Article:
Iceland’s booze scene is experiencing a renaissance right now, from the recently-sparked ubiquity of craft beers to locally-distilled whiskeys. Ragnheiður Axel Eyjólfsdóttir—nicknamed Raxel—is the manager of the organic foods company Íslensk Hollusta, which has taken things to a whole new level. Her concept is simple: use local, wild-grown ingredients to craft high quality alcoholic beverages, from wine to gin.
Purple fountains provide important clues
One of Og Natura’s newest products is their crowberry wine. Crowberries are a small, dark, bitter berry that grows plentifully around Iceland. They’re used in plenty of local recipes, but this is the first we’d heard about anyone making booze from them.
As it turns out, the idea is actually pretty old. “I’ve been brewing for some time, and became interested in fermentation,” says Raxel. “I was just experimenting. As I started to think about it more, I arrived at crowberry wine—because that is the only wine tradition that we have in Iceland.”
The tradition of making crowberry wine may date as far back as 40 to 60 years, Raxel explains. “Some of my friends’ grandparents have made crowberry wine. People used to make it in their basement or in their garage. I went on a search for old stories for old recipes, and a lot of families had their own recipes.”
It’s the intrinsic qualities of crowberries that make them ideal for brewing. “Because the crowberry has a thick skin, with a lot of oils and tannins, it preserves really well,” says Raxel. “So the crowberry doesn’t oxidise as much as blueberries, for example. The ageing process is then closer to that of grapes than other berries or other things that grow in Iceland.”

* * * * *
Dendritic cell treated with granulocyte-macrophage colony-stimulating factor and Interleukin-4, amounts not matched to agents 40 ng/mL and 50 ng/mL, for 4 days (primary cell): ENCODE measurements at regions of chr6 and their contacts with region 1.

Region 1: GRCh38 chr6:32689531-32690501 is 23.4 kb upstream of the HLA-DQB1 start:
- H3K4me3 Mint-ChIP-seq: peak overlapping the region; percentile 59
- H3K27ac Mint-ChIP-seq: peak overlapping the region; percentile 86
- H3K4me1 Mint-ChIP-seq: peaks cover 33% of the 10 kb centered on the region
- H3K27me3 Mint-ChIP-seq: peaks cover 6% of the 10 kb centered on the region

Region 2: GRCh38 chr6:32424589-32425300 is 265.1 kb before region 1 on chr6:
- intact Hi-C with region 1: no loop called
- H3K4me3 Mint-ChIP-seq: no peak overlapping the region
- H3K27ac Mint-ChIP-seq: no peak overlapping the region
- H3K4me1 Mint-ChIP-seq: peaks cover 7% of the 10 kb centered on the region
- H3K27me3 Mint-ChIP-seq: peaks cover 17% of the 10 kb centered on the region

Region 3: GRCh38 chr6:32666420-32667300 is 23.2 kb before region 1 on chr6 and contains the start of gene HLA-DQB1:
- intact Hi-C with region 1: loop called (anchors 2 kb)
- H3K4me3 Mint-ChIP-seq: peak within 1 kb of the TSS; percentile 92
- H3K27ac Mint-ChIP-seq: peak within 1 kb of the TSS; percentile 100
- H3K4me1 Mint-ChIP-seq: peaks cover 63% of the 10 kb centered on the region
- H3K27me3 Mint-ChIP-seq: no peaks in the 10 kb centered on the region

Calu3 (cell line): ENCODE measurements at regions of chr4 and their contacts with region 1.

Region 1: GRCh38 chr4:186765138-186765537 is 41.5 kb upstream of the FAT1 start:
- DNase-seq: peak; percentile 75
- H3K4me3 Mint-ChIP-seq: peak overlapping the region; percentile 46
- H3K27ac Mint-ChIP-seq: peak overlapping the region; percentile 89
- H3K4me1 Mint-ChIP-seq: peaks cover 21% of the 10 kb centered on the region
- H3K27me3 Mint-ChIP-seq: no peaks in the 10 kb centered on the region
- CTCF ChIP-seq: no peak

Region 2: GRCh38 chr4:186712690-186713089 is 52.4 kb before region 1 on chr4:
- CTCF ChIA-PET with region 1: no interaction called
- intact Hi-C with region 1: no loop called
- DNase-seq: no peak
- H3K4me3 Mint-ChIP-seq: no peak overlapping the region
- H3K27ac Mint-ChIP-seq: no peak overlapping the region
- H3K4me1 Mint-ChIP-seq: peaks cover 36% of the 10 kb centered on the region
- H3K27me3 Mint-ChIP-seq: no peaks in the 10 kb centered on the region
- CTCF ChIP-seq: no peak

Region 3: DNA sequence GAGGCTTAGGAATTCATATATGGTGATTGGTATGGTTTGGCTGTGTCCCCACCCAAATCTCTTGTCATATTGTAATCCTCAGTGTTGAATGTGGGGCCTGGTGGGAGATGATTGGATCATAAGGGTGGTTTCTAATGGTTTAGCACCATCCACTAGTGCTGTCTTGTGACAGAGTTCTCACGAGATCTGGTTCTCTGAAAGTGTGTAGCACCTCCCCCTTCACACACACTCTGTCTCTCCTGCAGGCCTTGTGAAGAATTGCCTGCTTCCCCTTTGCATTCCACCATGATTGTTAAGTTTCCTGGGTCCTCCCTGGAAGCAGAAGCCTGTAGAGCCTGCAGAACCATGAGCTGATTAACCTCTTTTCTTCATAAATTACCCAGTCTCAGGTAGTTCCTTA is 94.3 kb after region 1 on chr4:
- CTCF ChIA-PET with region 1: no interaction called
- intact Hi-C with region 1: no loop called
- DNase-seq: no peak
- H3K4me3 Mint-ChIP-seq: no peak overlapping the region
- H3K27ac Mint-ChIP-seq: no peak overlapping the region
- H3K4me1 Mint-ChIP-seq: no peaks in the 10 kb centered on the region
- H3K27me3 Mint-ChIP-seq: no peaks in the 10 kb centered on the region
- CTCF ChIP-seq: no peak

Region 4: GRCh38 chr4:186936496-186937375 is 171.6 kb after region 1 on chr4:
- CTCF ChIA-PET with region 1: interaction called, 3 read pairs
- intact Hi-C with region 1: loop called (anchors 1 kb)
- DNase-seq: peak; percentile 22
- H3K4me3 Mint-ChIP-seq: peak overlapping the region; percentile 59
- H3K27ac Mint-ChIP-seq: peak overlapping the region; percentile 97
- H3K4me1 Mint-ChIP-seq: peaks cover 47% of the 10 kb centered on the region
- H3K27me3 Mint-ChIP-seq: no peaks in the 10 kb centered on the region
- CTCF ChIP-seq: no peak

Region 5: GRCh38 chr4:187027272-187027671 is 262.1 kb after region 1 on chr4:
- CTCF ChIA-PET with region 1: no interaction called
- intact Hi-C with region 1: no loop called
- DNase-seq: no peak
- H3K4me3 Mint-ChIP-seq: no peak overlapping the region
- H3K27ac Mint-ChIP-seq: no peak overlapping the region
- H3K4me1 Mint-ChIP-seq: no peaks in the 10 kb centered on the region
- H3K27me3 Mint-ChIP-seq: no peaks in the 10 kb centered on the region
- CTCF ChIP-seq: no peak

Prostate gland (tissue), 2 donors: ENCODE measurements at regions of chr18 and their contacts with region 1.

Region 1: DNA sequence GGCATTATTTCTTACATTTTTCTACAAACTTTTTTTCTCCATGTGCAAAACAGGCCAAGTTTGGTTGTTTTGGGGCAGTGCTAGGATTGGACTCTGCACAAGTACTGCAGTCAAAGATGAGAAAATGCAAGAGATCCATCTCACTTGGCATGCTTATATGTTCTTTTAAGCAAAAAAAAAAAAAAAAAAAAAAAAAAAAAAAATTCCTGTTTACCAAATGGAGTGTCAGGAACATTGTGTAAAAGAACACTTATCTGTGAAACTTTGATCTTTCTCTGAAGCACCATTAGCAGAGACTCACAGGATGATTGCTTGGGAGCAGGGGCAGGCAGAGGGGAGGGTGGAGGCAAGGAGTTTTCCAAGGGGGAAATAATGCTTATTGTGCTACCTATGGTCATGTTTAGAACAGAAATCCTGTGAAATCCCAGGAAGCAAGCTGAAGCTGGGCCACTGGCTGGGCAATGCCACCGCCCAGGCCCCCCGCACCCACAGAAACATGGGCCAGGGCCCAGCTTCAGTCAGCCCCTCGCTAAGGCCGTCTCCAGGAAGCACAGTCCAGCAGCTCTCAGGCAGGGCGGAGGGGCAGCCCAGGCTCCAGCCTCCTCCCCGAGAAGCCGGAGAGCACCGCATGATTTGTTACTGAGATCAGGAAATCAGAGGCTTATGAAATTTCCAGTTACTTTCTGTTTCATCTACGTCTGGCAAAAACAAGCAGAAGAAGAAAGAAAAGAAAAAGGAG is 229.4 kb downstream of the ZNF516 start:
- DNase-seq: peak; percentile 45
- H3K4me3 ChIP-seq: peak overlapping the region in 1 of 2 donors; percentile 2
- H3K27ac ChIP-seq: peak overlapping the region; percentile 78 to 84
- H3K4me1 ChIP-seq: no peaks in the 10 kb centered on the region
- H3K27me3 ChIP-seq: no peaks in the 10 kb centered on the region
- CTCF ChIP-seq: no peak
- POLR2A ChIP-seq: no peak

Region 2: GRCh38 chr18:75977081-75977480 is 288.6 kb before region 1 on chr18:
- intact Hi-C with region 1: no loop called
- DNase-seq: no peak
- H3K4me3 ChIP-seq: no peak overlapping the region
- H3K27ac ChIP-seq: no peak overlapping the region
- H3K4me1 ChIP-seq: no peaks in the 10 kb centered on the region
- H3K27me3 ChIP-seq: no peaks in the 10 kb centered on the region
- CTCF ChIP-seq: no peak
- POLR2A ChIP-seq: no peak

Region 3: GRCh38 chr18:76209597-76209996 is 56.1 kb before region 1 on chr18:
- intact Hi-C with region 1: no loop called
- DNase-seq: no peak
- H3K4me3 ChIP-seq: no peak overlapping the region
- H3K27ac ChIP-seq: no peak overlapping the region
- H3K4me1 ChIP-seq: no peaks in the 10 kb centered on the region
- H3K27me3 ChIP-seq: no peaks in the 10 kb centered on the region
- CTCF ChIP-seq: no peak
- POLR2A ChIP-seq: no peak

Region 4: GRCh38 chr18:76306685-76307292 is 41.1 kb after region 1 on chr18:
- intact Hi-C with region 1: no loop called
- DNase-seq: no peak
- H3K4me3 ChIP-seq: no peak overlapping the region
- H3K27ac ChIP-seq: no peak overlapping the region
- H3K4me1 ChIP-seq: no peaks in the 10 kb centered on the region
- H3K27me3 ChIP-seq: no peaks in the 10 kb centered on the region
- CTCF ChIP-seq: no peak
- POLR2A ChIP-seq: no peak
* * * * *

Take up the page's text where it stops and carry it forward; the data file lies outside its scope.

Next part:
Part of the experimentation process involved learning from the mistakes of others; in particular, trials wherein someone didn’t engage the fermentation quite right, resulting in exploding barrels of juice. “I went on a search for all the stories,” says Raxel, “especially stories about ‘purple fountains.’ People would have their containers explode all the time from fermenting too much.”
Ragnheiður isn’t doing just wine, either; she’s also launched a bold take on an old favourite with what she calls “Slow Gin,” using blackcurrants that are slightly fermented with sugar before being added to the gin. Her recipe uses hard-to-find Icelandic juniper berries, Arctic thyme, angelica root and “a little bit of rhubarb.”
“All of these ingredients are wild—none of it is cultivated. It’s all handpicked,” she says, adding that even her parents take part in foraging the ingredients.
One of Og Natura’s stand-out stars is a liqueur made from stone brambles. They’re foraged in the north—but good luck trying to find them yourself. “Stone brambles are like a hidden berry,” says Raxel. “A lot of people don’t know them. The pickers have their own secret locations. They’re like gold. They’re really expensive and it’s difficult to pick them.”
All of these beverages and more can be found at the state-run ÁTVR alcohol stores. Given the nature of the ingredients, their availability may depend on the time of year, but Ragnheiður sees the bright side to seasonality. “I want to be able to provide these products all year round, but we’re dealing with limited resources,” she says. “But then it’s also nice to have to wait for the next harvest. It’s a luxury problem.”
Buy Og Natura’s products at Vinbuðin. Find out more at ognatura.com
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